9. Joanna of Castile was mean, moody and unpredictable, and she even became known as ‘Joanna the Mad’ in her native Spain
In many ways, Joanna of Castile appeared the ideal princess. Born in the city of Toledo in 1479, she was the daughter of Ferdinand II of Aragon and Isabella I of Castile. Not only was Joanna a pretty young girl, she was also well-read and fluent in several languages. However, from an early age, she preferred the company of books to the company of people. By all accounts she was moody and withdrawn. What’s more, she also rebelled against her mother’s strict Catholicism. This may have meant that Johanna was tortured by men of the Inquisition, adding to her foul mood and distrust of others.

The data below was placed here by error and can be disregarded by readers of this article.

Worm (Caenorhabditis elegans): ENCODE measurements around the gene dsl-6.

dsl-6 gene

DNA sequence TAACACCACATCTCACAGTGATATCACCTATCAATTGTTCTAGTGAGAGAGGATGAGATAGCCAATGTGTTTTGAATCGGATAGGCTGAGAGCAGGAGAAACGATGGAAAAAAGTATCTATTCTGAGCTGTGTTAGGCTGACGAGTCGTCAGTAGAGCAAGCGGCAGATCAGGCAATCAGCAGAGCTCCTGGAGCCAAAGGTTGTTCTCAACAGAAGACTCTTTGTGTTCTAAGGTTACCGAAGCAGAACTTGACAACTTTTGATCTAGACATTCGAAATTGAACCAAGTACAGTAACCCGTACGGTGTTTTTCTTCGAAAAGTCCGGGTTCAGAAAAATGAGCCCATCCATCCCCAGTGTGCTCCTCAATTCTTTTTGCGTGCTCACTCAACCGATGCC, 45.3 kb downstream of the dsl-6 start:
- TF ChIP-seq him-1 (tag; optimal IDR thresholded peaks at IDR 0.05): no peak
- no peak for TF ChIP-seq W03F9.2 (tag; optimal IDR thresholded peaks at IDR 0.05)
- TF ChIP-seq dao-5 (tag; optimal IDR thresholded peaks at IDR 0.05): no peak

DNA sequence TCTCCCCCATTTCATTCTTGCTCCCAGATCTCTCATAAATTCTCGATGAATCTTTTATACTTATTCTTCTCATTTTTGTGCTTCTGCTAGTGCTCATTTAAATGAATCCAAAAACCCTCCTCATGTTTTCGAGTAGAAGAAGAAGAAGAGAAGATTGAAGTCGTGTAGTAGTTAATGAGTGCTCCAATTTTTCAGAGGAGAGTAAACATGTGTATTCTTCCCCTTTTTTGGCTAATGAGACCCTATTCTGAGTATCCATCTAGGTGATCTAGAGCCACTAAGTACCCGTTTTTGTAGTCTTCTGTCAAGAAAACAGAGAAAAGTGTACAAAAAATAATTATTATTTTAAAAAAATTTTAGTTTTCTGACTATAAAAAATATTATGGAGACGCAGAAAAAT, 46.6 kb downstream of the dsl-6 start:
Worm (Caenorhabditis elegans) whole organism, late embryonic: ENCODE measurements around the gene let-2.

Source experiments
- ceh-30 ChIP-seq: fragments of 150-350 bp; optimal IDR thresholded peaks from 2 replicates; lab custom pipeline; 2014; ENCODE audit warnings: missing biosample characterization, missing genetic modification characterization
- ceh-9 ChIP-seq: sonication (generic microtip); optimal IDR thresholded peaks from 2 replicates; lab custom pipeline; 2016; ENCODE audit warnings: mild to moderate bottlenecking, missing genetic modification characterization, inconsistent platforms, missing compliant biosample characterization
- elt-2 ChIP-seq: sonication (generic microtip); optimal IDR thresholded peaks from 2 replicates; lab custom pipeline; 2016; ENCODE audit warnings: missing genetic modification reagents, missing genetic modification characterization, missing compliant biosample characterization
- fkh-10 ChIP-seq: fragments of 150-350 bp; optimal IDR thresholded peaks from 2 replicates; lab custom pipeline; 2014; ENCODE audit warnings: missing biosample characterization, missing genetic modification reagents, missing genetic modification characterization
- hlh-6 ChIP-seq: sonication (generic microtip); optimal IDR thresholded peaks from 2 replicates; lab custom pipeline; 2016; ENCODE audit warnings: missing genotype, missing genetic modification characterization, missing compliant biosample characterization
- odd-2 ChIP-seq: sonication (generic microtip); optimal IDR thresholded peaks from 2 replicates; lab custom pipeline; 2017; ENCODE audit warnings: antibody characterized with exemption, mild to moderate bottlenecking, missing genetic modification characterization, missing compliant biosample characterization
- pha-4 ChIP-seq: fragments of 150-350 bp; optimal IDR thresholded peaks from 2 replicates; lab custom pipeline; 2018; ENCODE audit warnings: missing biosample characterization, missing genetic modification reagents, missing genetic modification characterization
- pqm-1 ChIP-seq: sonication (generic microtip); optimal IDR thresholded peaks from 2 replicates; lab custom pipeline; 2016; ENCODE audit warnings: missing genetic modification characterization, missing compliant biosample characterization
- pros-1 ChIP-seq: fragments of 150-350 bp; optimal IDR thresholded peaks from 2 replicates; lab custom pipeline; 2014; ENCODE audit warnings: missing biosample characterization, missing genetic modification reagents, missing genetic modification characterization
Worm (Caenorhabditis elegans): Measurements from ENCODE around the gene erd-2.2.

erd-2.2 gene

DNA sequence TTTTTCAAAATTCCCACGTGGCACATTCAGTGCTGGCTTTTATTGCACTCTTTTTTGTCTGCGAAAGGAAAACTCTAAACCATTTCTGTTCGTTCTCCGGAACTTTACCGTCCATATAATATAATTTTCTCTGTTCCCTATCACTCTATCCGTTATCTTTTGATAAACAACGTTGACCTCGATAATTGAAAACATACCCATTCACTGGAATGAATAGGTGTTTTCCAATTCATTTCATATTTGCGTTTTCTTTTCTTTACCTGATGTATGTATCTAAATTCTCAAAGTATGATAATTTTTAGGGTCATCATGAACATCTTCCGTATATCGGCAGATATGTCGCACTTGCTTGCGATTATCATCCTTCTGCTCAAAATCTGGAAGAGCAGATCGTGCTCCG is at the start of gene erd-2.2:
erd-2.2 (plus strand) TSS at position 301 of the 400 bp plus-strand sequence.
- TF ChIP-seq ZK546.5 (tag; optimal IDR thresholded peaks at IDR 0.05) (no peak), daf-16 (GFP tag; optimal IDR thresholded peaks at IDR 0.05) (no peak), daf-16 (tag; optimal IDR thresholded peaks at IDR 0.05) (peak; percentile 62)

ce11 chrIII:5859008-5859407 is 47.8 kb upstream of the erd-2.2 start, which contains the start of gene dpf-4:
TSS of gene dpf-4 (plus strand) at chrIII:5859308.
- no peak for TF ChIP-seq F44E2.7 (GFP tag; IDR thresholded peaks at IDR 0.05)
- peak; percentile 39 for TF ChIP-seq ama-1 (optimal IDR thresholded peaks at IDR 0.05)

Things didn’t really improve when she got married, even if her husband was Phillip the Handsome, Duke of Burgundy. The Prince was routinely unfaithful, and his infidelities drove Johanna into a deep depression. From her mid-20s onward, the Princess became known as ‘Johanna the Mad’, a name which could never escape, even in death. As a result, when she was named Queen of Castile – quite unexpectedly and only because of a series of royal deaths – she was kept under house arrest so that she couldn’t wield any real power. Even when Prince Phillip died, her own father took over as regent, never trusting his ‘mad’ daughter with control of the newly-united kingdom.
8. Tamar of Georgia was no quiet, retiring princess; in fact, she made history by serving alongside her father, King George, and then ruling on her own